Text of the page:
Daniel Korski

Copenhagen dispatch

Copenhagen dispatch
Text settings

I make my second foray into the climate debate with trepidation. But visiting Denmark a few days before COP 15, it is impossible to escape the subject. Whether I speak to friends, family or strangers on the bus, everyone has a view and wants to share it. TV coverage of the forthcoming climate talks is relentless and there is even a separate passport queue for COP participants at Copenhagen’s stylish airport.


The latest “story” to emerge has pitted the new Climate Change Minister, the former commentator Lykke Friis against the Speaker of Parliament, Thor Pedersen. Though they are both from the same centre-right/liberal party, Mr. Pedersen has made himself the bogeyman de jour by saying that it is “a very dangerous to claim” that man-made CO2 emissions are the only cause of climate change. Cue howls of outrage and demands that the Prime Minister tell his colleague off.


What to make of it all as a layman who has spent most of his professional life in places where other things are more likely to kill you than melting icebergs? I am beginning to draw a number of tentative conclusions:

1.     Climate change is happening. It has always happened. But we still do not know how big a role mankind has played. So far, it seems that a majority of scientists believe our role is quite big, but a number of prominent dissidents, like Henrik Svensmark, disagree. Being a scientific ignoramus, I hold with the majority, but remain open-minded.

2.     We are, however, busy destroying our environment, whatever role that may play in changing the climate. We ship goods from afar, allow our kids to become distanced from their natural habitat (making them more at home with videogames, rather than nature) and have for many years ignored the economy’s environmental negatives. Our economic model is great; that’s why others want it. But if everyone lives like us, then the environment will invariably suffer.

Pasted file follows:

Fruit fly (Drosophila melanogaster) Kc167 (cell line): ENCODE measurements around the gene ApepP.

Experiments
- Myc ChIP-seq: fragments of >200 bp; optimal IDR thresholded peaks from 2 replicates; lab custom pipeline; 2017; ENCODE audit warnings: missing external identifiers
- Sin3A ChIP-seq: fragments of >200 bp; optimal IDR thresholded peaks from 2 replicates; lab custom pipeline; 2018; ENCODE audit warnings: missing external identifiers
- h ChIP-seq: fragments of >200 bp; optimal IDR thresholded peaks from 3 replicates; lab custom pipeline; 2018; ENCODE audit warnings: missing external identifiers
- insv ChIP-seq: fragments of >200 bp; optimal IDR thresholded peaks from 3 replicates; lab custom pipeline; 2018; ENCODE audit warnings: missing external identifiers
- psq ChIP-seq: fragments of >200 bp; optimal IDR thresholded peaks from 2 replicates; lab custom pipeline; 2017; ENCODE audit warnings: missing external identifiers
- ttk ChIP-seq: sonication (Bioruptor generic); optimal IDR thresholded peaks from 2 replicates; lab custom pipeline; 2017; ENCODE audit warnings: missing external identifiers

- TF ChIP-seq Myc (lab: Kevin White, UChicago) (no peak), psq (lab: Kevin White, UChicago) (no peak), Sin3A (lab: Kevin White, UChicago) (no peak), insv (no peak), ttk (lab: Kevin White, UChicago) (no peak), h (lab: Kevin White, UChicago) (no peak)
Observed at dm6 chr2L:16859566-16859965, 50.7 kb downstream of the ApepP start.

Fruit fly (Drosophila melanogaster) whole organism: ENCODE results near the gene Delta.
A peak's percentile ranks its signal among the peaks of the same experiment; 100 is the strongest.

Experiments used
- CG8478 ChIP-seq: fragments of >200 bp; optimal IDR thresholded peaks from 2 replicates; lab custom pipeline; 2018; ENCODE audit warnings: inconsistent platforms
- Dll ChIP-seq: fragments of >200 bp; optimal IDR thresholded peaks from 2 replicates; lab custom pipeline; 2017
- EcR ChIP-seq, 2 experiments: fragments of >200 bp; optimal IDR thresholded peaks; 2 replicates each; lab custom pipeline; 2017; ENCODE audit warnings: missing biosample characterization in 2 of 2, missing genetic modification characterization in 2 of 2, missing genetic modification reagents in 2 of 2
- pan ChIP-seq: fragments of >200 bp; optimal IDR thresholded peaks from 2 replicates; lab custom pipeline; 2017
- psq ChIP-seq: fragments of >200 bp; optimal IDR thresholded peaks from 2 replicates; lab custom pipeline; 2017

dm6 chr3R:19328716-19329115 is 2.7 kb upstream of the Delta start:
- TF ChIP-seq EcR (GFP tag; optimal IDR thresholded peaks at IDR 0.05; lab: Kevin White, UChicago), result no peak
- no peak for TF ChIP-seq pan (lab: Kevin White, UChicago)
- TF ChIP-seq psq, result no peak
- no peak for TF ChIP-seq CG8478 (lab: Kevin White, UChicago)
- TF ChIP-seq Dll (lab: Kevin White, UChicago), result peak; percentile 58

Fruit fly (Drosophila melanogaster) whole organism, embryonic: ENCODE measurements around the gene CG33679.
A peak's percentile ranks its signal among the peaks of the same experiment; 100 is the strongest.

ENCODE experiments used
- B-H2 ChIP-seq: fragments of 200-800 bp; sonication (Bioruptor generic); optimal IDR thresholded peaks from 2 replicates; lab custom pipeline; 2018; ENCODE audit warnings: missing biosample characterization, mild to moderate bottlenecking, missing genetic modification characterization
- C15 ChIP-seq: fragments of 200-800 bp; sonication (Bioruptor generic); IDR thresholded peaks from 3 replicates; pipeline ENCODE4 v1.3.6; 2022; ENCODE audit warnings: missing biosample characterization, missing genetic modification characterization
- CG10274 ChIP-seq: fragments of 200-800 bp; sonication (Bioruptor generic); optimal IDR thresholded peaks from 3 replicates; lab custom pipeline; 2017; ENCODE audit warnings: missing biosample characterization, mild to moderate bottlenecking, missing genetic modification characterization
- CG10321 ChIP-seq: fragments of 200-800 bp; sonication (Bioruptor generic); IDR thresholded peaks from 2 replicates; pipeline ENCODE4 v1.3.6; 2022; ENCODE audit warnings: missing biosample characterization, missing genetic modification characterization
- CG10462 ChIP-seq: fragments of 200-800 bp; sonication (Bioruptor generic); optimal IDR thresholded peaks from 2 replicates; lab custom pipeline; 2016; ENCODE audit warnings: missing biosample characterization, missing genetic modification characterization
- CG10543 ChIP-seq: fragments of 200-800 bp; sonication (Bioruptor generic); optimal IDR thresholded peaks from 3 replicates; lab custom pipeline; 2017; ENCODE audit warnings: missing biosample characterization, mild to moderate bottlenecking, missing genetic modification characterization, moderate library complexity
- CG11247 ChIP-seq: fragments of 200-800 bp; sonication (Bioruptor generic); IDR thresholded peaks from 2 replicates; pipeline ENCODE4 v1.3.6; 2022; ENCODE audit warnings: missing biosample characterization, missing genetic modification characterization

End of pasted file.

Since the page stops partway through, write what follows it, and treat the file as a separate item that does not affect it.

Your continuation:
3.     Climate-focused adjustments will be very expensive, potentially of limited use and thus depriving other causes of funds (pace Bjorn Lomborg). Therefore, we need to weigh costs, effect and impact on such things as individual liberty – any such debate is absent.

4.     If we do not act and it turns out to be true, we are stuffed. If we act, and it turns out to be false, we are poor. If we act and it turns out to be true, but our action is not enough, we are poor and stuffed. In this context, I lean towards acting, but others won’t.

Having come this far, what should I think we should do? I am sceptical that international powwows will accomplish much. Instead, I think any changes will have to come from re-modelling our products, habits and so on. That means clamping down on unnecessarily polluting cars, supporting insulation of homes, building more nuclear power plants etc. We already ensure that white goods (fridges, washing machines, etc.) pollute as little as possible. As a friend of mine notes, such products are placed into bands from A to G depending on how efficient they are. But why not do the same with other products – and even ban anything that is below band C?

Before deciding all this, though, we probably need to be less hysterical, more open to different views, accept that the science is compelling, but not overwhelming, and discuss the tradeoffs (rather than pretending that they don’t exist or deny any other options than one). That is not a very compelling protest slogan. But it is probably closer to where most people are on the subject than either diehard climate-deniers or environmental fanatics.